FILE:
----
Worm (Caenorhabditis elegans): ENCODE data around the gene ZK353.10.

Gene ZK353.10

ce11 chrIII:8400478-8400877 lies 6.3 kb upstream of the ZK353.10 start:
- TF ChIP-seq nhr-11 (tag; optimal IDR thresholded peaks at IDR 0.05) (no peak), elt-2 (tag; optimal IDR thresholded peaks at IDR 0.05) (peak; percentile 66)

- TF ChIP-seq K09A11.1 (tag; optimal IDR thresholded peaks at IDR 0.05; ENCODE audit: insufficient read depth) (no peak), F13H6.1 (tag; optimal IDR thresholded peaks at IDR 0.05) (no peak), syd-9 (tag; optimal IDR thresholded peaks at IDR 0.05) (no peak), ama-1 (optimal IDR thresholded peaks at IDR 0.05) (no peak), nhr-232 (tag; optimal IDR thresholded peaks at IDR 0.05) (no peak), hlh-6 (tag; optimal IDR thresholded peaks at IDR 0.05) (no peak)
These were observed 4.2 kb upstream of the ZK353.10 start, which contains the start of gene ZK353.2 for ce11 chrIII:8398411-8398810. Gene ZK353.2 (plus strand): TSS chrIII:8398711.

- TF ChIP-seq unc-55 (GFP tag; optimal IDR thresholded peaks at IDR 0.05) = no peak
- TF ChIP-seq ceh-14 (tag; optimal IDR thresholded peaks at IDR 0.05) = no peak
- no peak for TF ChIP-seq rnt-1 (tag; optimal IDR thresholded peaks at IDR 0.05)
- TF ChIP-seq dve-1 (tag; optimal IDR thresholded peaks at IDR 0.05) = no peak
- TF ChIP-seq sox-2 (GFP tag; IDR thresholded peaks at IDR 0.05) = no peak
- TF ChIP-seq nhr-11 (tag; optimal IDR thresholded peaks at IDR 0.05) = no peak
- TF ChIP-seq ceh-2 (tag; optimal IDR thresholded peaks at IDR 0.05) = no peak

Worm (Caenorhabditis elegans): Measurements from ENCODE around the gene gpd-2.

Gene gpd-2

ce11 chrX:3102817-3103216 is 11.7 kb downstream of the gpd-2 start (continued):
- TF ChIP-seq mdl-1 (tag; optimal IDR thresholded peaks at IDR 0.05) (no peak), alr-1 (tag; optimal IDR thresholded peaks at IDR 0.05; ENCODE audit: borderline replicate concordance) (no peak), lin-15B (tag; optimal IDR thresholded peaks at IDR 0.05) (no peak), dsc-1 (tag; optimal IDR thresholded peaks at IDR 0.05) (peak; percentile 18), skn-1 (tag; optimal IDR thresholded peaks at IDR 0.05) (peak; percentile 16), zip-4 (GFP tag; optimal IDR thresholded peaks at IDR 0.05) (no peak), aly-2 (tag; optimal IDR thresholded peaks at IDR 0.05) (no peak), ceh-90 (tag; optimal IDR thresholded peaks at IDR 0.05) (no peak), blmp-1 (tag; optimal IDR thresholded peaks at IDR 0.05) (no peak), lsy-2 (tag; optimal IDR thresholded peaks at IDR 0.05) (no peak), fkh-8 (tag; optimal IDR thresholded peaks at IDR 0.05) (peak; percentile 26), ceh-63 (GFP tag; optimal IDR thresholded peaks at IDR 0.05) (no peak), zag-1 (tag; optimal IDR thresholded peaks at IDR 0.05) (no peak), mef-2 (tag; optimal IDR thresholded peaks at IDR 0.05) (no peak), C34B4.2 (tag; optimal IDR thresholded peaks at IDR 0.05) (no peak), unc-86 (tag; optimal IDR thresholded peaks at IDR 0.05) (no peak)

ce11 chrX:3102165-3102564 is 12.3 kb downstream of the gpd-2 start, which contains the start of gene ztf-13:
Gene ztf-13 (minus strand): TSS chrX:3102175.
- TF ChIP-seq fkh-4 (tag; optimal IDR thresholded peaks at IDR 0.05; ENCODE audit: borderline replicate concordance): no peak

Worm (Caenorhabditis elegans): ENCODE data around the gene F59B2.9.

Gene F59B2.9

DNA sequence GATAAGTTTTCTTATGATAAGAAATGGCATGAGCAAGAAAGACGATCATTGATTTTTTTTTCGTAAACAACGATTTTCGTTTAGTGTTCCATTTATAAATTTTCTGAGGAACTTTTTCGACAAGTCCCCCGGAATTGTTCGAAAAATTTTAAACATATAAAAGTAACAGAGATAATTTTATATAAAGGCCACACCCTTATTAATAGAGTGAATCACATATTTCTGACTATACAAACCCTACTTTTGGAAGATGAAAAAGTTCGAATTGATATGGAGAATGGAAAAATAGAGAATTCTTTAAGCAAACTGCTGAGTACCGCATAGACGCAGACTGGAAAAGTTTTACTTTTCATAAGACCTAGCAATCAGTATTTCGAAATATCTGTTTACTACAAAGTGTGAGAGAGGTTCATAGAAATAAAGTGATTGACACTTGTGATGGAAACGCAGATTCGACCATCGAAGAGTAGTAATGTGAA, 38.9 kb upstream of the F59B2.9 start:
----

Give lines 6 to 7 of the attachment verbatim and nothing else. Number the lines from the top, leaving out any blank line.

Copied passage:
These were observed 4.2 kb upstream of the ZK353.10 start, which contains the start of gene ZK353.2 for ce11 chrIII:8398411-8398810. Gene ZK353.2 (plus strand): TSS chrIII:8398711.

- TF ChIP-seq unc-55 (GFP tag; optimal IDR thresholded peaks at IDR 0.05) = no peak